Unlike standalone processors where logic analysis tracing becomes impossible when cache is enabled, a logic analyser can trace MicroBlaze even when cache is enabled. This is a result of being able to program the FPGA to bring out signals at the execution stage of the MicroBlaze pipeline.
Agilent logic analysers come standard with a source correlation window. By reading a symbol file (.elf format), the logic analyser can associate captured addresses with the high level software associated with that address. Opcode images are found in the text sections of the elf object files. As the user steps through assembly instructions, the equivalent line in the source code for this instruction is also highlighted. Or, the user can step through high-level source code while the logic analyser simultaneously displays the associated instruction mnemonics in the lower window. The user can right-click in the source code to set up the logic analysis trigger (trace specification) for the next acquisition.
MicroBlaze trace core (MTC)
An optional MicroBlaze trace core (MTC), reduces the amount of time and the number of pins required to trace MicroBlaze with a logic analyser as shown in Figure 1. The MTC core, co-developed by Agilent and Xilinx, works exclusively with the Embedded Developer Kit (EDK) flow. Design team members can graphically add an MTC core to their design. Core parameters include pin compression using TDM, pin location and I/O standard.
The MTC core provides four key values:
First, the MTC core connects required MicroBlaze signals to pins (pre-synthesis).
Second, the core incorporates time division multiplexing to reduce the number of pins required by a factor of 2. Two MicroBlaze signals are time division multiplexed onto a single pin with data valid on the rising edge of the clock for signal one and data valid for signal two on the falling edge of the clock. A demux clocking mode in the logic analyser decompresses the information and splits it into 2 separate logic analysis channels.
The MTC core includes technology that reduces initial set-up time from hours to seconds and eliminates manual errors that can happen during the PCB layout. Tracing MicroBlaze can be done late in product development as the MTC core eliminates the need to layout a PCB with a specific MicroBlaze signal pattern for mictor, samtec, or softtouch probes. Via JTAG, the logic analyser sends an autosetup message to the MTC core. The core outputs a training pattern on a specific MTC pin. The logic analyser looks for this training pattern across its channels and discovers which channel is connected to the MTC pin. The logic analyser knows how each MTC core input is routed through the core to pins from its communication with the MTC core. Using this correlation, the instrument now has sufficient knowledge to determine how to set up the physical connection between specific microprocessor signals and the specific input channel on the logic analyser. This process is sequentially repeated for each MTC output pin.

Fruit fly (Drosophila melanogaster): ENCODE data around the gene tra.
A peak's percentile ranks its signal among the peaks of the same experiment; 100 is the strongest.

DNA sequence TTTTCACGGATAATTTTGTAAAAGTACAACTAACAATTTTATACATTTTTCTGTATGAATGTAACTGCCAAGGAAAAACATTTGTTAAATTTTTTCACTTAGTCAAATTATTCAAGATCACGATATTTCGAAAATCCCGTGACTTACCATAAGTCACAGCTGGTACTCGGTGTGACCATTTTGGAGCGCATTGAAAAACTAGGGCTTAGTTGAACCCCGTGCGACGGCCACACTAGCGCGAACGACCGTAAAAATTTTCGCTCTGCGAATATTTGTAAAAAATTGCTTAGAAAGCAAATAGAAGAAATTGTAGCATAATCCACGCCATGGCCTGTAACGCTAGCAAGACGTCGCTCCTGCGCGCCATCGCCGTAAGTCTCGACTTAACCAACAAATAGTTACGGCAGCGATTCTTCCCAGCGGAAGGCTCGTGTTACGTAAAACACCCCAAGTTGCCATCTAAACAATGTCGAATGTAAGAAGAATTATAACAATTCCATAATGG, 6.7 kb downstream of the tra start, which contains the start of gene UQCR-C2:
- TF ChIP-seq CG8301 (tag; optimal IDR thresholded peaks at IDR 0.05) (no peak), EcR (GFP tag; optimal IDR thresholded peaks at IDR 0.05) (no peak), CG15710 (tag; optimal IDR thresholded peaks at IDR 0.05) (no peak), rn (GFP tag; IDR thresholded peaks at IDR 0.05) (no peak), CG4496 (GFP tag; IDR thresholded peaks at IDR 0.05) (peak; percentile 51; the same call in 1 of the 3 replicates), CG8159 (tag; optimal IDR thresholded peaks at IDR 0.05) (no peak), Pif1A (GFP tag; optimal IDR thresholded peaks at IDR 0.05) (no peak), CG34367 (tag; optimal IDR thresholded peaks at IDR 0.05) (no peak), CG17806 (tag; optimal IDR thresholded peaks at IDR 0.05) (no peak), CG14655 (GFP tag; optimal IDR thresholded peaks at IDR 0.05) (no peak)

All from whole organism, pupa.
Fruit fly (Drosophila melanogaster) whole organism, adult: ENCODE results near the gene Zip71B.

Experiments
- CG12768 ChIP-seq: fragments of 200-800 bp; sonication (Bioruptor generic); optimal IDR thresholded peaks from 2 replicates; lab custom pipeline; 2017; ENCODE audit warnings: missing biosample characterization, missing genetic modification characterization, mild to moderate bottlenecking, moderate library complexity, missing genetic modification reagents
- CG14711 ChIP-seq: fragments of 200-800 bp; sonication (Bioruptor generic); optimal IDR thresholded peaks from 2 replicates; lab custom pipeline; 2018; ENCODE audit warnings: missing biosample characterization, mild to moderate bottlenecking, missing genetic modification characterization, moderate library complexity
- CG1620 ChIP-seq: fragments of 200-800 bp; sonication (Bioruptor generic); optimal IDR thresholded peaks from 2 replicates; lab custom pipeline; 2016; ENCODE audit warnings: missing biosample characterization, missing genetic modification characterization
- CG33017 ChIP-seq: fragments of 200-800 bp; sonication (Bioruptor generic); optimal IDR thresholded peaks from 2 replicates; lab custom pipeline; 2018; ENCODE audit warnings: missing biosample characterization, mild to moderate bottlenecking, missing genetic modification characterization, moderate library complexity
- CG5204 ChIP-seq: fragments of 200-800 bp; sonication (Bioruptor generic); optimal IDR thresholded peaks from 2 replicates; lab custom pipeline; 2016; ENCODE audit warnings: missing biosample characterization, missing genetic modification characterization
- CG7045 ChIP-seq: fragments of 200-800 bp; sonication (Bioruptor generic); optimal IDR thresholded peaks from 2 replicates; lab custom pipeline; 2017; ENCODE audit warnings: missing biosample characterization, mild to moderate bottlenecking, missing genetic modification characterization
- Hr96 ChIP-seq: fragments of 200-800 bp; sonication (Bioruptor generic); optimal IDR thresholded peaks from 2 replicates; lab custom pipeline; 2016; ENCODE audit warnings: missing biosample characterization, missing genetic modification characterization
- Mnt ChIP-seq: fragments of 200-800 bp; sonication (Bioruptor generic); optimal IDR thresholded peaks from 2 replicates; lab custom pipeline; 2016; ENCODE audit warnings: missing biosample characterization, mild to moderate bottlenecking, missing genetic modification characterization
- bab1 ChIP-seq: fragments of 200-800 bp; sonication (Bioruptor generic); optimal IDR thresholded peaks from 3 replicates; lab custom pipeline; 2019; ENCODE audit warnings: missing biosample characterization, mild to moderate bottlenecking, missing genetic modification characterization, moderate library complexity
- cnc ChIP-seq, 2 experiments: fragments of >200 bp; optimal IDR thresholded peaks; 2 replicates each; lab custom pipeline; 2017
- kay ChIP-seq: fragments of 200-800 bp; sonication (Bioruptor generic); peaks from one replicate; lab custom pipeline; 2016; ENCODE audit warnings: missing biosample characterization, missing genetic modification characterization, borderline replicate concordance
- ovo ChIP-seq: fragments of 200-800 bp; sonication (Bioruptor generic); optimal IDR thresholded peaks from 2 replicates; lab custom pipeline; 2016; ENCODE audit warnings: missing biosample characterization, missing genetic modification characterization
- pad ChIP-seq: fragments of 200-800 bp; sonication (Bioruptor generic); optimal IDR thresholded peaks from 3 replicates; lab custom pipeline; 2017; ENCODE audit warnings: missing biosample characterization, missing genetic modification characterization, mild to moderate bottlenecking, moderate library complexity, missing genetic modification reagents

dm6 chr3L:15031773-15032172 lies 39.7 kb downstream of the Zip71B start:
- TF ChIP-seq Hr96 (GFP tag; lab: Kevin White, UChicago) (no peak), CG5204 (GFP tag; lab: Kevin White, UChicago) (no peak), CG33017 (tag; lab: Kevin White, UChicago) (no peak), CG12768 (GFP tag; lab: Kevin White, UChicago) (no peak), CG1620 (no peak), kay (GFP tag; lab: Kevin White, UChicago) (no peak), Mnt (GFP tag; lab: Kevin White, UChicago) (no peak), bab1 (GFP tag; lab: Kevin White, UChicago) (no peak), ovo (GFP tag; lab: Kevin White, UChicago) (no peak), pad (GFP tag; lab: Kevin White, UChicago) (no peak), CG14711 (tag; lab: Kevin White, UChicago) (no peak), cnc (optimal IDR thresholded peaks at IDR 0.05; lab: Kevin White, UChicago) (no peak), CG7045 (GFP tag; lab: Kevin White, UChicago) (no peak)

The MTC core, constructed entirely of flops and LUTs, uses a multi-stage pipeline (typically 4) to minimise impact on device timing when the core is inserted as shown in Figure 2. MTC cores are very small. An MTC core in a XC2V3000 device consumes roughly 1 percent of the LUTs and flops.
FPGAs enable fast accurate processor execution tracing not available in stand-alone processors. Agilent’s inverse assembler for MicroBlaze soft processor core provides design teams with an effective tool for tracing software flow. Agilent’s royalty-free MTC core, distributed as part of EDK (beginning with Version 8.1), minimises the time to set-up the measurement and eliminates the need for a specified PCB layout.
Further information: Joel Woodward works for Agilent Technologies.